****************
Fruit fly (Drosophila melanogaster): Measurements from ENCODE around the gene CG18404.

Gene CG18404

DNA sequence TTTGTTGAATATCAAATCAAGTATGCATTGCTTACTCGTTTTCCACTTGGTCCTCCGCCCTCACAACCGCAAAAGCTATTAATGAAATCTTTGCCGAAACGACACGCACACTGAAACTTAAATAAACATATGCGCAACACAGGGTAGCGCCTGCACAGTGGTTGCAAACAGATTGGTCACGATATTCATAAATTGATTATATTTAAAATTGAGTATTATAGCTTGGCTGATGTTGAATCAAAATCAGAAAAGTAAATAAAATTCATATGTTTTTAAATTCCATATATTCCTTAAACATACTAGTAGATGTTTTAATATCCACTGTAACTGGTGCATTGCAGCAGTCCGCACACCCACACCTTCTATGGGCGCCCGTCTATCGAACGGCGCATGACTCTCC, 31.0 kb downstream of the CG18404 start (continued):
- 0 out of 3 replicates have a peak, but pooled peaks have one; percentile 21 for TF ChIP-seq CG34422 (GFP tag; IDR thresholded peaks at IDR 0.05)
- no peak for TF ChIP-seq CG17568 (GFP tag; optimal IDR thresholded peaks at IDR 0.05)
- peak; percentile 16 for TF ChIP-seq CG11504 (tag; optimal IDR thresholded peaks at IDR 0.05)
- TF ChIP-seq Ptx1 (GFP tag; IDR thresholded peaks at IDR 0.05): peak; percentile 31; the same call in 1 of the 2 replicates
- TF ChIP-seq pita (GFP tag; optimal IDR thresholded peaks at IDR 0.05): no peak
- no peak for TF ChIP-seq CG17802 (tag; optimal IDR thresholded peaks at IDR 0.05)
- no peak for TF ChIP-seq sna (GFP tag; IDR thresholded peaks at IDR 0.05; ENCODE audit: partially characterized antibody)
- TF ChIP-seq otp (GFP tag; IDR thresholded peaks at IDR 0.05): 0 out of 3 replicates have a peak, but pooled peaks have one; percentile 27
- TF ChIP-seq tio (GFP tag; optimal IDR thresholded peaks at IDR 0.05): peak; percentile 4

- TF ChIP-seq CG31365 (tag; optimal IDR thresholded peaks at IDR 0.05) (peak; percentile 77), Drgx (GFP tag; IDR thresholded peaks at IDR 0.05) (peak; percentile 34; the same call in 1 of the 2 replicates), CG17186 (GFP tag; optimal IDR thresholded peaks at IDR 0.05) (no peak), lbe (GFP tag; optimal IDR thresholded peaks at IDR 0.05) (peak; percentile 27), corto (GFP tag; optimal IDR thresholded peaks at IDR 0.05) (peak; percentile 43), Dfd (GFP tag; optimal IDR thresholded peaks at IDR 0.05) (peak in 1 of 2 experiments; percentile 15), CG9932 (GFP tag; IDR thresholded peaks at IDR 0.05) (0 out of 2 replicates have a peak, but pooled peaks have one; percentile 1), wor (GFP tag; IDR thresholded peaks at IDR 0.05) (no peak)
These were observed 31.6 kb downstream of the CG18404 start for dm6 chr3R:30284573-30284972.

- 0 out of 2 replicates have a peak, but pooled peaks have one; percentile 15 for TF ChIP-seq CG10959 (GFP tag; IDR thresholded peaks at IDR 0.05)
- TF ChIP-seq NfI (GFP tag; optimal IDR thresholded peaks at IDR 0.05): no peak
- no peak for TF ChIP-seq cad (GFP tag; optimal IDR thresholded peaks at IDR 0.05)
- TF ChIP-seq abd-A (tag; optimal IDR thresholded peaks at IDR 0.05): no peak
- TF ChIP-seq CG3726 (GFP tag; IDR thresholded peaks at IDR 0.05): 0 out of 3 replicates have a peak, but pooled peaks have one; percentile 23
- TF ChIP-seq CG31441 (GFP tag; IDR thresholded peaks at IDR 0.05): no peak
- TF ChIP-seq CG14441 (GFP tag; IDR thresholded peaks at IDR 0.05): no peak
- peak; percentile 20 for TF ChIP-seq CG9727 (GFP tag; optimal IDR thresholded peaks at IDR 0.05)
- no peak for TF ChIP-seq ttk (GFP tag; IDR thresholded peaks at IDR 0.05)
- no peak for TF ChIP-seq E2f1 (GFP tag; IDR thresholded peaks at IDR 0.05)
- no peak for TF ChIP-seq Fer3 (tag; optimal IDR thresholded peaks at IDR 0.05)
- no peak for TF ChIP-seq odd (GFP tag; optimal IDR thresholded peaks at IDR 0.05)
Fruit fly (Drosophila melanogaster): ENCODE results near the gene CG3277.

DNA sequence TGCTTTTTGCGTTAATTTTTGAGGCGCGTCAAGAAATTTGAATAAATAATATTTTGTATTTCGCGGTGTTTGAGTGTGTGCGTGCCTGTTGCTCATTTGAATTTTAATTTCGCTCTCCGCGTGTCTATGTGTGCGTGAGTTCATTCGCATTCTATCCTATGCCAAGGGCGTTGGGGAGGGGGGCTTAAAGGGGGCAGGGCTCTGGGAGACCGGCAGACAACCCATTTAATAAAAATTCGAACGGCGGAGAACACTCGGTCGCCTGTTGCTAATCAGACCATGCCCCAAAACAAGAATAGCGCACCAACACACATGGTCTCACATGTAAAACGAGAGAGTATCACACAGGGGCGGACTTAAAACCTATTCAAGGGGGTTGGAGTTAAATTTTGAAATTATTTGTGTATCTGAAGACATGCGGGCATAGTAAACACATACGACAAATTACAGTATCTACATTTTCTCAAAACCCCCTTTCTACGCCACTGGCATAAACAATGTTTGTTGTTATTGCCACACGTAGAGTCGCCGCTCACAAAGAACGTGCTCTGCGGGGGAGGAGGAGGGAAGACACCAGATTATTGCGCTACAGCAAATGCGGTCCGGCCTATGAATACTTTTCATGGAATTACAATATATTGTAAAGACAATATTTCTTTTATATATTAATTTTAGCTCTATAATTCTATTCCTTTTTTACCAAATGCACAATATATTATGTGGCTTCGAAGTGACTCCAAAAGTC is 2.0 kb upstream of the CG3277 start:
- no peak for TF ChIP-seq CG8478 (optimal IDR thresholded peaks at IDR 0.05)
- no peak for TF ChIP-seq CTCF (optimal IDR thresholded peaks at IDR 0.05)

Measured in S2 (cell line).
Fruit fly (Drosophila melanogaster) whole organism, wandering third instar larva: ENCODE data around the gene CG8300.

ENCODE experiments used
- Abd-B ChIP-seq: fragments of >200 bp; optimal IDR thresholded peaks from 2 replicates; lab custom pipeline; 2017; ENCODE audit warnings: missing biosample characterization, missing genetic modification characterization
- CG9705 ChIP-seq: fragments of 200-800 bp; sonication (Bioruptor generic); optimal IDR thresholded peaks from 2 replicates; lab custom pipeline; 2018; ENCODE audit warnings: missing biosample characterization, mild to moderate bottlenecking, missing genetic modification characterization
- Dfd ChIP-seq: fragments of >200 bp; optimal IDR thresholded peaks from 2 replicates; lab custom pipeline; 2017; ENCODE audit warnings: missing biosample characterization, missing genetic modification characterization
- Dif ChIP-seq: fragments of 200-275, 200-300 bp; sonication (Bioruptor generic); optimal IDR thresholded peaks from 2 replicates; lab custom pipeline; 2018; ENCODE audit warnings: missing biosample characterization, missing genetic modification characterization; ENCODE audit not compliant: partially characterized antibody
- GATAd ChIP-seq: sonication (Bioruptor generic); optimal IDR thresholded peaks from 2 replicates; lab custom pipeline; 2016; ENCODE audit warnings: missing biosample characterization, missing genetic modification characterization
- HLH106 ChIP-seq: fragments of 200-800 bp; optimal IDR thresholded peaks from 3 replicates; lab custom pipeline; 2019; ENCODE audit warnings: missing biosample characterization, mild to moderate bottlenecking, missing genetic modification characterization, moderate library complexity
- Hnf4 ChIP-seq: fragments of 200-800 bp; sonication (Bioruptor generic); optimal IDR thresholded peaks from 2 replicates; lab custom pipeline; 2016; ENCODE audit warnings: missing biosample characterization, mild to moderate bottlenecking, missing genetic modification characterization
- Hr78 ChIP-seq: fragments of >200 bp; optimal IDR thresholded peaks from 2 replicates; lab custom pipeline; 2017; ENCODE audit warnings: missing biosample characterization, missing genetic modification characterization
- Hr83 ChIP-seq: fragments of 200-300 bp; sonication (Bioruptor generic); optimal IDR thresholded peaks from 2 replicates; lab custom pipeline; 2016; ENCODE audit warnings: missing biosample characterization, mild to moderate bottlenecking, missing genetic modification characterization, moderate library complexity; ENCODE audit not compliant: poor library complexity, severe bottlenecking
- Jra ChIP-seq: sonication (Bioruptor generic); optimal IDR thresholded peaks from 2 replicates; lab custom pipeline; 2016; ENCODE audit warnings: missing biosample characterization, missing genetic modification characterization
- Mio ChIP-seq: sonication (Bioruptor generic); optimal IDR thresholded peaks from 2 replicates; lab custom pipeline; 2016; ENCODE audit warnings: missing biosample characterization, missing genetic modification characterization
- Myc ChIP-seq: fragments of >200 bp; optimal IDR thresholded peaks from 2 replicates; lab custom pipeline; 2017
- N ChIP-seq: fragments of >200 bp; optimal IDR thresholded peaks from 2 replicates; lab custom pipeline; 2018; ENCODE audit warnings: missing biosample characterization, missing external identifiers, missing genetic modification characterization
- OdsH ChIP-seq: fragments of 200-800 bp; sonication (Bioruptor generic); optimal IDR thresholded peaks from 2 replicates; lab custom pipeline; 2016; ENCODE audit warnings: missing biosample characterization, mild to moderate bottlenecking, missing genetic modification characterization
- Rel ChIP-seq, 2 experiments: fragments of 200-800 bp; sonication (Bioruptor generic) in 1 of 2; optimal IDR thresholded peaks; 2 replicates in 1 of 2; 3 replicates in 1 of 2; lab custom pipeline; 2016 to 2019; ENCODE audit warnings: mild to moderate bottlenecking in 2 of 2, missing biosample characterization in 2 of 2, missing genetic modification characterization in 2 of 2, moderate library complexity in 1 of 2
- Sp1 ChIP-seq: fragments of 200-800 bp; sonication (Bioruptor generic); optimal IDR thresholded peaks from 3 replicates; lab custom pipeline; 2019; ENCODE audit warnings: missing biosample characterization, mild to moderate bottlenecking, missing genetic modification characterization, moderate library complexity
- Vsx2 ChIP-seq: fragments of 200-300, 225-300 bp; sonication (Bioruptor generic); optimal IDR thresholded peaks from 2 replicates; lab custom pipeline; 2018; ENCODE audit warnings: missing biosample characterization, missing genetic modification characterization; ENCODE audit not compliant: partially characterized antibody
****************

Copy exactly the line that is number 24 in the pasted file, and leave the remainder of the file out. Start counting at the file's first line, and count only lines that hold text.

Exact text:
- no peak for TF ChIP-seq E2f1 (GFP tag; IDR thresholded peaks at IDR 0.05)